Rollover portability rules
Generally, a rollover is the movement of a tax-free distribution of cash or other assets from one retirement plan, such as a 401(k), to another retirement plan or account, such as a traditional individual retirement account (IRA). This “contribution” to the second retirement account is called a “rollover” contribution.
Thanks to ongoing tax law and regulatory changes, rollovers have become quite complex.
Before assets from a qualified plan (or a governmental 457 or a 403(b) plan) can be rolled over, a distributable event must occur. Distributable events include, but are not limited to, termination of employment, death, in-service distribution, plan termination, or disability. In addition, the eligible rollover distribution rules apply:
- If assets are sent to the receiving plan or account by direct rollover, no tax withholding occurs.
- If the distribution is eligible to be rolled over but is paid directly to the participant, there is a 20% mandatory federal tax withholding (that plan sponsors must send to the IRS) and the participant has 60 days from the day the funds were received to roll them into an IRA (or other eligible retirement plan). Note that the participant also may contribute an amount equal to the withheld tax to the rollover IRA (or other eligible retirement plan) within 60 days.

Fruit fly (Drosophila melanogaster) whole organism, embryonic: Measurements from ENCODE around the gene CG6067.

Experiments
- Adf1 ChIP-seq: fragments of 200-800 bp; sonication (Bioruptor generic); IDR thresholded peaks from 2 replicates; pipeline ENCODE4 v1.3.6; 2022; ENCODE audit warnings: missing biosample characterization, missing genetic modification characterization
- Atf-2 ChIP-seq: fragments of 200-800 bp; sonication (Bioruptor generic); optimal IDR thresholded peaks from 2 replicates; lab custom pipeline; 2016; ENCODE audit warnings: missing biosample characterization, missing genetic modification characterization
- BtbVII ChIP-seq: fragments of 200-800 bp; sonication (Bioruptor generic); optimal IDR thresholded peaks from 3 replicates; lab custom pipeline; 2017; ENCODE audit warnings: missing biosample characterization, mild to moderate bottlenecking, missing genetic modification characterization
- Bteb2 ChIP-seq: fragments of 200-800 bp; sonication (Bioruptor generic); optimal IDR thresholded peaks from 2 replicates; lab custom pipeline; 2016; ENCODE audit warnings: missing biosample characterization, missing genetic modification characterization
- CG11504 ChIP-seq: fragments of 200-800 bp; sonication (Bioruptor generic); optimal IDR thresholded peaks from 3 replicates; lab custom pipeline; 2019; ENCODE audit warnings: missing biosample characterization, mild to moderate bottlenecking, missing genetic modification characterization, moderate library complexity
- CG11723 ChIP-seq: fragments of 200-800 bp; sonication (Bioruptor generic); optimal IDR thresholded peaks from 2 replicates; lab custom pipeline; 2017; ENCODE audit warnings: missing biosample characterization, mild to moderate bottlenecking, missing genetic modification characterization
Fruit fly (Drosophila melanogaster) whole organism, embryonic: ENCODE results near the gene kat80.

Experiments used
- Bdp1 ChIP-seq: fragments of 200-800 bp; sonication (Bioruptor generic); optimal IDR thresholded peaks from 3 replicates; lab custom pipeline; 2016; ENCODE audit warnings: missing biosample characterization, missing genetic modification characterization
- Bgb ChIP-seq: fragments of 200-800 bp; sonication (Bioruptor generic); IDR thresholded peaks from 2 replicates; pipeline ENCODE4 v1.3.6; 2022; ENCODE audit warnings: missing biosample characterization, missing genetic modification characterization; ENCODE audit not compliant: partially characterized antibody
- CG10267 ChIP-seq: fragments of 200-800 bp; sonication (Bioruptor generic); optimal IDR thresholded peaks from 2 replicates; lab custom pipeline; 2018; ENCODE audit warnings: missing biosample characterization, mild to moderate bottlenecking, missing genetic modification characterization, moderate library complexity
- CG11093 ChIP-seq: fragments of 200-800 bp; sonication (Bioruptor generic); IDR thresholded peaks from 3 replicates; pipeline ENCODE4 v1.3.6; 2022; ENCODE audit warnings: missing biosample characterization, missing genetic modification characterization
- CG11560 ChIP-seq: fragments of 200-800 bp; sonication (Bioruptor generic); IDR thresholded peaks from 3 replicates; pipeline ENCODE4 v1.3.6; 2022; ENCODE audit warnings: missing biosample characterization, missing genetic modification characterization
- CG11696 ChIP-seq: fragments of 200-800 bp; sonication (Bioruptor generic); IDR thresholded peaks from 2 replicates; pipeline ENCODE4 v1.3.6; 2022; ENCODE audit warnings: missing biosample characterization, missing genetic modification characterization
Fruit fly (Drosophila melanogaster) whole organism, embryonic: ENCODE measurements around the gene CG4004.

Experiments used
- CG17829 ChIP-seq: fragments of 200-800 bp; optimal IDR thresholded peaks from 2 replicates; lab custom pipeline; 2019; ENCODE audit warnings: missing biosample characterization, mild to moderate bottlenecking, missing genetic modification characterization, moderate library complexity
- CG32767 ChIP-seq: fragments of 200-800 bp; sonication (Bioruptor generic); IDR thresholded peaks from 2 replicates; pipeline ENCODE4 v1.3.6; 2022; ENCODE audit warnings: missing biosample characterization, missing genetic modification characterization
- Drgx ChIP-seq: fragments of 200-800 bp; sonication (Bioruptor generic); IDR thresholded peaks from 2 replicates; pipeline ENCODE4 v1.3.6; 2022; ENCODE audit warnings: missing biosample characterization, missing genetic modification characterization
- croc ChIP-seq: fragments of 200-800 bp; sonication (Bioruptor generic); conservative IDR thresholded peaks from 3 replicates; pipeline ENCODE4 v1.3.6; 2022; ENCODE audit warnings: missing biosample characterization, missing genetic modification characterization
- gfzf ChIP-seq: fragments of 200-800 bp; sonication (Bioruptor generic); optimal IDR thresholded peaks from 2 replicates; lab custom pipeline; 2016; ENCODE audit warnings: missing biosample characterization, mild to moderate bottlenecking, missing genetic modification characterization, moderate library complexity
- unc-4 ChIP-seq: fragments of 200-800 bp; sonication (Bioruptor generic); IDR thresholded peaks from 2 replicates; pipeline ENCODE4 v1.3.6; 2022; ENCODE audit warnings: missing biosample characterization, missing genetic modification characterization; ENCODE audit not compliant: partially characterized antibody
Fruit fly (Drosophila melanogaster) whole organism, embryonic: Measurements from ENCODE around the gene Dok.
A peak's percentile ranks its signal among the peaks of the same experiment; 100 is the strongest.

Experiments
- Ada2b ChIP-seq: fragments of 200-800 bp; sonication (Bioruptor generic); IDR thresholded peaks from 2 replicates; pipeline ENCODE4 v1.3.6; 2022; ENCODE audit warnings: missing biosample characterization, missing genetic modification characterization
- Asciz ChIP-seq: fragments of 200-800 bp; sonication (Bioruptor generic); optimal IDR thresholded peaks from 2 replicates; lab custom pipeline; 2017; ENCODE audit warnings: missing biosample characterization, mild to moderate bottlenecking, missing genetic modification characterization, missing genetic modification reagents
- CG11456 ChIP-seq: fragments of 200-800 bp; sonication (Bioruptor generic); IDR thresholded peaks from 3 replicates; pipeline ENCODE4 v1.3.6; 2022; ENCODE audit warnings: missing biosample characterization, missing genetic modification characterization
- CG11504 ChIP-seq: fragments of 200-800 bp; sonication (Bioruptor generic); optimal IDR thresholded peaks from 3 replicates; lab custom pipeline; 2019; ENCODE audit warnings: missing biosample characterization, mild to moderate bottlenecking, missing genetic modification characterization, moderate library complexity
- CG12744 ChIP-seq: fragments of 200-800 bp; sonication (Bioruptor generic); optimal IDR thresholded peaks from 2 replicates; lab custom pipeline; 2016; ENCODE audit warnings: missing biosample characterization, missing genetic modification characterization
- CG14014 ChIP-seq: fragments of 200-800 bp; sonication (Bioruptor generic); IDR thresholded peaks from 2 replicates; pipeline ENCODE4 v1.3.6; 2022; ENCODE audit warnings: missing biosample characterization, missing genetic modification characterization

Distributions not eligible for rollover
An “eligible rollover distribution” from a qualified plan, such as a 401(k), is any distribution of all or any part of the participant’s balance except:
- Any of a series of substantially equal distributions paid at least once a year over
- The lifetime or life expectancy of the participant,
- The joint lives or life expectancies of the participant and his/her beneficiary, or
- A period of 10 years or more;
- A required minimum distribution or hardship distribution;
- A corrective distribution or participant loan that is a deemed distribution;
- Dividends paid on employer securities; or
- The cost of life insurance coverage acquired with plan assets.
A surviving spouse beneficiary may roll the deceased participant’s funds to his/her own IRA. If the surviving spouse is working and his/her plan accepts rollovers, the surviving spouse could also choose to roll it to his/her own plan. However, the surviving spouse may not become a participant in the deceased spouse’s plan.
A nonspouse beneficiary may roll the deceased participant’s funds into an inherited IRA. The required minimum distribution (RMD) rules for beneficiaries apply to amounts rolled into an inherited IRA.